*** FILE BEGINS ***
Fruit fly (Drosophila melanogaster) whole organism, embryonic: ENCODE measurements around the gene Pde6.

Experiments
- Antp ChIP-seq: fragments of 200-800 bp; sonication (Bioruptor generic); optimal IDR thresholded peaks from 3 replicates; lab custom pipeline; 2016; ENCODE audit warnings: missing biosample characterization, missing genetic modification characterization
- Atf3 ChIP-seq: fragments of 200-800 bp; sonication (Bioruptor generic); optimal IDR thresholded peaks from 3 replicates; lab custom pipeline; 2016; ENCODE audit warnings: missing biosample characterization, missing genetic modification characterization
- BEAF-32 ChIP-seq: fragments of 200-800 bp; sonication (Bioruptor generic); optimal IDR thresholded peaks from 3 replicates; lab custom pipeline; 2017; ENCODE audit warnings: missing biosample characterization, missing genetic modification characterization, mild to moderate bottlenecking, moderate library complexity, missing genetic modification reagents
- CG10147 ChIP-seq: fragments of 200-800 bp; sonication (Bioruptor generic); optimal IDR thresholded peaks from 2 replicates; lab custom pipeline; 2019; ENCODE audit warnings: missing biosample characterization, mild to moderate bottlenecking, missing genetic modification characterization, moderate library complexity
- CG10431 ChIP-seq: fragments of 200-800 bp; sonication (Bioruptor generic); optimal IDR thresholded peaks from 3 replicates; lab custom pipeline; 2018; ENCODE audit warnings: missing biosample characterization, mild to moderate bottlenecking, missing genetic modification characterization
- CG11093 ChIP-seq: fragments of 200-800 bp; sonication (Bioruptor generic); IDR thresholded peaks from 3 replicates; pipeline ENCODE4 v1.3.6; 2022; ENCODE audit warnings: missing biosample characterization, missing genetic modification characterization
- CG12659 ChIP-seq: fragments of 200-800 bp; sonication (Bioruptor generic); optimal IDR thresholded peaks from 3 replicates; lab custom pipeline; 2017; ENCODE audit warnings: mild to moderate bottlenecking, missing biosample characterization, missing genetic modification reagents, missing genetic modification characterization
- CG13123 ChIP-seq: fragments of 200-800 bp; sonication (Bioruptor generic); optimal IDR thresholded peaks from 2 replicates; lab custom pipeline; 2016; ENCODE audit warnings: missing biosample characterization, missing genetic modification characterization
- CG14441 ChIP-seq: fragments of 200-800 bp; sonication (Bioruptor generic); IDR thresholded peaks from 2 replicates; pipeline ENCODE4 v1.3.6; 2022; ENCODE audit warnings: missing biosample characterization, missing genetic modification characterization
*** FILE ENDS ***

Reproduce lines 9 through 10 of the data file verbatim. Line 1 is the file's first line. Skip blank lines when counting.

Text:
- CG12659 ChIP-seq: fragments of 200-800 bp; sonication (Bioruptor generic); optimal IDR thresholded peaks from 3 replicates; lab custom pipeline; 2017; ENCODE audit warnings: mild to moderate bottlenecking, missing biosample characterization, missing genetic modification reagents, missing genetic modification characterization
- CG13123 ChIP-seq: fragments of 200-800 bp; sonication (Bioruptor generic); optimal IDR thresholded peaks from 2 replicates; lab custom pipeline; 2016; ENCODE audit warnings: missing biosample characterization, missing genetic modification characterization